After that first viewing, a tradition was born. We would watch it every summer until we had to sell that cabin, and we still watch it whenever we get the chance. So I’ve known this story since I was 9, and I’ve always loved it. I think most of us know what it’s like to feel like a misfit, and this book celebrates being different (hello Loser’s club!).Reading the book brought a whole new depth of characterization and atmosphere that you can’t get from watching a movie. And that made me love it even more.It’s terrifying in many ways (that’s part of what makes it so great), but there’s also something so heartwarming about a ragtag group of misfits banding together to fight their fears and protect one another. IT is a story that stays with you, and not just the scary parts.
[About: small hometowns, coming-of-age, friendship, good vs evil]
Dark Matter by Blake Crouch (Science Fiction/Thriller)
Dark Matter is a fast-paced sci-fi novel that tackles the concepts of parallel memories and happiness versus desire. It’s innately human to want and reach for more, but what if it goes too far? When are we truly happy? There are also high-speed chases and mysterious men – plenty of thrill to get your heart rate up.
[About: parallel & conflicting memories, the quest for happiness, action-packed, mind-bending]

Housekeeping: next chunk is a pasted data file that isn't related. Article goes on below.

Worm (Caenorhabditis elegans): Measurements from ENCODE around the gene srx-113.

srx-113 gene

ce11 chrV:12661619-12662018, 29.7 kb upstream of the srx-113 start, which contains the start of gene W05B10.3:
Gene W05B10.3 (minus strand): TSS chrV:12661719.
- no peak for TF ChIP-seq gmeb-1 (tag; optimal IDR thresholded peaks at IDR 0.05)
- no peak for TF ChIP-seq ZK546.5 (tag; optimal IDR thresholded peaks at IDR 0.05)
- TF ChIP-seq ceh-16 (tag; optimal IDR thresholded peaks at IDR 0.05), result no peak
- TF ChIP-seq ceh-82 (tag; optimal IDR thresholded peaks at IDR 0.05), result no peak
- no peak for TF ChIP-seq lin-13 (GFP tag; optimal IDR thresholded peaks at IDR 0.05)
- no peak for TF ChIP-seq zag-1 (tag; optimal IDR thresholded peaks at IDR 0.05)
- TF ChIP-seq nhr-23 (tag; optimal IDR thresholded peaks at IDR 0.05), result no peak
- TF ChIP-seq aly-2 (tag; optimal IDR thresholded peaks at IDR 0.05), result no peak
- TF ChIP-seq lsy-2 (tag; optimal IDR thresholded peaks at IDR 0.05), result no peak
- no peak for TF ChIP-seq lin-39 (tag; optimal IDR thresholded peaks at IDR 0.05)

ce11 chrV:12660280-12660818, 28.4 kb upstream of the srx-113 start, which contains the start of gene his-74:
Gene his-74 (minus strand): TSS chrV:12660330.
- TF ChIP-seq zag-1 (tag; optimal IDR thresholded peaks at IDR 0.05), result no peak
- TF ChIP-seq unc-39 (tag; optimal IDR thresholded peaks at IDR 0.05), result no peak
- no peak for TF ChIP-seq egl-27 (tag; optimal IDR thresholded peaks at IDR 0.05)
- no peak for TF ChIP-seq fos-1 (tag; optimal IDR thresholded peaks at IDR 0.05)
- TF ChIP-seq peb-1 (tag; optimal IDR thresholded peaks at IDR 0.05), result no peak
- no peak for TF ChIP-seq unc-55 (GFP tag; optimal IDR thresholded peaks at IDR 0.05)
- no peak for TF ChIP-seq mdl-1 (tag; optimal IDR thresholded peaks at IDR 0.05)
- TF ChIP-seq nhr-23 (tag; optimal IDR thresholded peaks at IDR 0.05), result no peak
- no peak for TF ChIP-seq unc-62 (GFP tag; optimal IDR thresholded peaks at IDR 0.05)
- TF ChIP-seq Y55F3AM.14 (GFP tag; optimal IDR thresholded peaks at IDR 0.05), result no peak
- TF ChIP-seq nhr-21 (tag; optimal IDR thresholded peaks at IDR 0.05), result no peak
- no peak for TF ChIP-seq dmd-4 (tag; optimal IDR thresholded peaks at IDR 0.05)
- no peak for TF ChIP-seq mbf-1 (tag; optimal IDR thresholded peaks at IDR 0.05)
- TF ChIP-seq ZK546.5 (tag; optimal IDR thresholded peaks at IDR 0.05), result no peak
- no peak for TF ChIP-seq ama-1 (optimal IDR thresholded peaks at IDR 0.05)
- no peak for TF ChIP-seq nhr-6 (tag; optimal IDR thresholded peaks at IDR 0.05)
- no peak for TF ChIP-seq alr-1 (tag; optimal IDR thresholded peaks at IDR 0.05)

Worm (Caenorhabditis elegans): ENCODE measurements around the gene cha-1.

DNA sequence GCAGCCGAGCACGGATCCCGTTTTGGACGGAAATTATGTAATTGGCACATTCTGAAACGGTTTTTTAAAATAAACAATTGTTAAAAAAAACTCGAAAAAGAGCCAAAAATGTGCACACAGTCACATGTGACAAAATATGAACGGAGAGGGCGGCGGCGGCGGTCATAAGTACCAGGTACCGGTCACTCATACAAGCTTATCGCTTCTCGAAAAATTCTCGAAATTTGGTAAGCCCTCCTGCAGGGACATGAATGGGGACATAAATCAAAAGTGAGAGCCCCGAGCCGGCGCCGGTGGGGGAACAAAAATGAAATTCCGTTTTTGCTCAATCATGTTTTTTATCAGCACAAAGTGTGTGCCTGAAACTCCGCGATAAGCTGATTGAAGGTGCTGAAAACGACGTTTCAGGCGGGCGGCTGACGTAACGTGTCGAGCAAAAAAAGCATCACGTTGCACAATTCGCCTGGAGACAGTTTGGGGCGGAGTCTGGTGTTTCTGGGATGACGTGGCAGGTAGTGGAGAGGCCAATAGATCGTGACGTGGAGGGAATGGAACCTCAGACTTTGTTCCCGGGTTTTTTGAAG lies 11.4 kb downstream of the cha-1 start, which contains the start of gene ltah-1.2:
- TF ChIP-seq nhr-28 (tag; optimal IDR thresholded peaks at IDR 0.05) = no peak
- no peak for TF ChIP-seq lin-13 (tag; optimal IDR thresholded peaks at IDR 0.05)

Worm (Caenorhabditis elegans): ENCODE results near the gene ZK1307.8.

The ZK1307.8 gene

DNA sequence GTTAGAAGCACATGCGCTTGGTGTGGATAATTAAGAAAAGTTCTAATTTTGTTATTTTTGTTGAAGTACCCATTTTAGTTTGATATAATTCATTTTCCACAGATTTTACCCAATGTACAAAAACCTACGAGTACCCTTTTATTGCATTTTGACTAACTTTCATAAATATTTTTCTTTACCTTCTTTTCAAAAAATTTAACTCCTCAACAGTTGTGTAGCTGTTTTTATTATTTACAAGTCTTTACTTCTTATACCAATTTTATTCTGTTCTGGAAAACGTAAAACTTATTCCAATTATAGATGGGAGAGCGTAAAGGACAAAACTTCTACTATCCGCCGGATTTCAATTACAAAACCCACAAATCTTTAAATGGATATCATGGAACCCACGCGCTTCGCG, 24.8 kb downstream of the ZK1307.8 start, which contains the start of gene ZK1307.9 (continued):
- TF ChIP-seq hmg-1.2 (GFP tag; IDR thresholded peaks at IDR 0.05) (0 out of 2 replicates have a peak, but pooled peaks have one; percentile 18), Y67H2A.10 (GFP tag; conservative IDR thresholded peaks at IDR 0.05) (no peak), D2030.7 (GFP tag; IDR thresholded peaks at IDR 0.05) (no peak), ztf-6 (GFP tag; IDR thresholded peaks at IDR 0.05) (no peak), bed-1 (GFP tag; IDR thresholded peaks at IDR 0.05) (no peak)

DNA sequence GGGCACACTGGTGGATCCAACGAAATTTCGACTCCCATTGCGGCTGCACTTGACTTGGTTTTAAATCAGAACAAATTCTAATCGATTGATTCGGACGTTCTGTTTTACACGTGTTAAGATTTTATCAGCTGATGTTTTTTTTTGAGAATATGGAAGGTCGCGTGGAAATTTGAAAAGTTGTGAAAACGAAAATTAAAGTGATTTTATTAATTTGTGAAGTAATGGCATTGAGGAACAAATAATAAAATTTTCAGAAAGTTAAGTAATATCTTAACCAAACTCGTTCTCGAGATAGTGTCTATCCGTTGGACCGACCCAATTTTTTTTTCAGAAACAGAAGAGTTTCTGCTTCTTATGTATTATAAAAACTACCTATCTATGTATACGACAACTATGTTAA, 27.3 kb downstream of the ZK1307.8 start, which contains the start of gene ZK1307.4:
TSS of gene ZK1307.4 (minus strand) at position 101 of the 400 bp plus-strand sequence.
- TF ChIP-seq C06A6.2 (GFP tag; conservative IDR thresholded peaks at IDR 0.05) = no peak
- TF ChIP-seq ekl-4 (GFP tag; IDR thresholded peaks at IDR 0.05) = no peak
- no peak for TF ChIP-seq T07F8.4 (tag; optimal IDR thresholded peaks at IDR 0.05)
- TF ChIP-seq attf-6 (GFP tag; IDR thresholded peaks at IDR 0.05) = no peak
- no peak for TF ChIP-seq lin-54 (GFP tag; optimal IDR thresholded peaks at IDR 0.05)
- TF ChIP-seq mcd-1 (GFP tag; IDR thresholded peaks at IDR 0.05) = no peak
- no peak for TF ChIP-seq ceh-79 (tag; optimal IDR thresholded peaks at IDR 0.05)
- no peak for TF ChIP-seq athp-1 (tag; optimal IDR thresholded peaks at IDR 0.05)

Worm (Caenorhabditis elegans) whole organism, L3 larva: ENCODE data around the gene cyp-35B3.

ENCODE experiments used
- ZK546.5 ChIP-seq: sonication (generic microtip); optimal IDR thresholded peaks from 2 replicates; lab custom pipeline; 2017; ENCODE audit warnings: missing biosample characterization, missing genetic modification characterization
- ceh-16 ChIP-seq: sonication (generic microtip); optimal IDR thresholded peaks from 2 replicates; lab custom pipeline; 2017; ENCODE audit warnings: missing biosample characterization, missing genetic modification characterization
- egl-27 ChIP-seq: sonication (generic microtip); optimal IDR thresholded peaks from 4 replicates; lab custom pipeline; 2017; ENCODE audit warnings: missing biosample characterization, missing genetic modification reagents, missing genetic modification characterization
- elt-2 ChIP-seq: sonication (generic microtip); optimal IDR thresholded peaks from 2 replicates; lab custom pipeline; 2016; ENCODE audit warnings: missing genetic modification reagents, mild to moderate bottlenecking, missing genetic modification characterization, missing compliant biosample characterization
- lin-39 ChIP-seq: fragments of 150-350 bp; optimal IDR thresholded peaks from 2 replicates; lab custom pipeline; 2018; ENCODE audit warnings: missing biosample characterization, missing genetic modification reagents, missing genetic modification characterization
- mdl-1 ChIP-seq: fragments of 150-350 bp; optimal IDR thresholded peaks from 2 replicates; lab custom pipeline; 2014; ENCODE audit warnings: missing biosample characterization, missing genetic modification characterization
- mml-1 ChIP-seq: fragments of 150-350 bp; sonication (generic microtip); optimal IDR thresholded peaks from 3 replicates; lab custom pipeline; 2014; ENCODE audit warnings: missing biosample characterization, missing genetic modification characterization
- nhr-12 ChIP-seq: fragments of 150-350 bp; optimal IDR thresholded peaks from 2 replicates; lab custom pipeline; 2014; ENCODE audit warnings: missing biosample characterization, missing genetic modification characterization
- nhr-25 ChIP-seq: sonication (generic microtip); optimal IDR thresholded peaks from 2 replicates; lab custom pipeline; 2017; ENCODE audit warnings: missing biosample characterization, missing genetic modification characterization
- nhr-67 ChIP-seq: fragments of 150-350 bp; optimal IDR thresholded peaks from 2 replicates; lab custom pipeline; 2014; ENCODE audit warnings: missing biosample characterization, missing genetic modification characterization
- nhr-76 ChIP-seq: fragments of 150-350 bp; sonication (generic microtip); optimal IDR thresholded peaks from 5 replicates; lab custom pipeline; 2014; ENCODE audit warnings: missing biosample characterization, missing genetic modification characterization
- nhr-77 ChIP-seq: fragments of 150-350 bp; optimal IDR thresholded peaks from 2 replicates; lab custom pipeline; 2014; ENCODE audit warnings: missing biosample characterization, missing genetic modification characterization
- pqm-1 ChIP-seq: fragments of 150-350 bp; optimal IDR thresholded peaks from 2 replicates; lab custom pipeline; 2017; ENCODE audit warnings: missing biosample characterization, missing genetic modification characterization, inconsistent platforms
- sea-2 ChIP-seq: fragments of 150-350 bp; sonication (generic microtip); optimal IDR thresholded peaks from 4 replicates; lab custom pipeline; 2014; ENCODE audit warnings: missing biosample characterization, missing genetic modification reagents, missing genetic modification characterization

John Dies at the End by David Wong (Horror)
This is the kind of book where anything can happen. It’s both hilarious and bizarre. It’s difficult to describe because it’s so off-the-wall. As long as you keep an open mind (and aren’t too squeamish), you’ll have so much fun reading this.
[About: monsters, paranoia, pop culture, unusual friendships]
Every Heart a Doorway by Seanan McGuire (Fantasy/Young Adult)
This was such a unique take on the young adult fantasy genre. The story centers around children & teenagers who had fallen into other worlds (such as Wonderland) and have since returned, but have trouble adjusting to normal life.
Eleanor West’s Home for Wayward Children is a boarding school for these young people, meant to help them cope with this drastic change – but some of them just want to find their way back, no matter the cost.
[About: a mashup of monsters & fairy tales, other worlds, boarding school]
Sleeping Giants & Waking Gods by Sylvain Neuvel (Science Fiction)
If you have ever had the slightest interest in science fiction, you need to read this series. Even if the extent of your interest is an occasional random thought like, “yeah, I guess science is pretty cool”; read it.
The story is told in snippets of recorded dialogue, interviews, and journal entries, which gives the reader an intimate understanding of the characters while still allowing for a big-picture world view.
From the very beginning, the scope ramps up and the intensity never wanes. There are giant metal body parts and wayward scientists, secret investors and worldwide mayhem, but there are also heroes and families and a whole lot of heart. It’s the perfect package.
I haven’t been this excited about a series in a while, and it only gets better with the second book. The third book in the trilogy (Only Human) comes out on May 1st of this year. You can bet I’ll be first in line to get my hands on it.
[About: wayward scientists, secret investors, worldwide mayhem]
That wraps up Part 2 of my favorite books I read last year. Plenty more recommendations to come, including my most anticipated reads of 2018!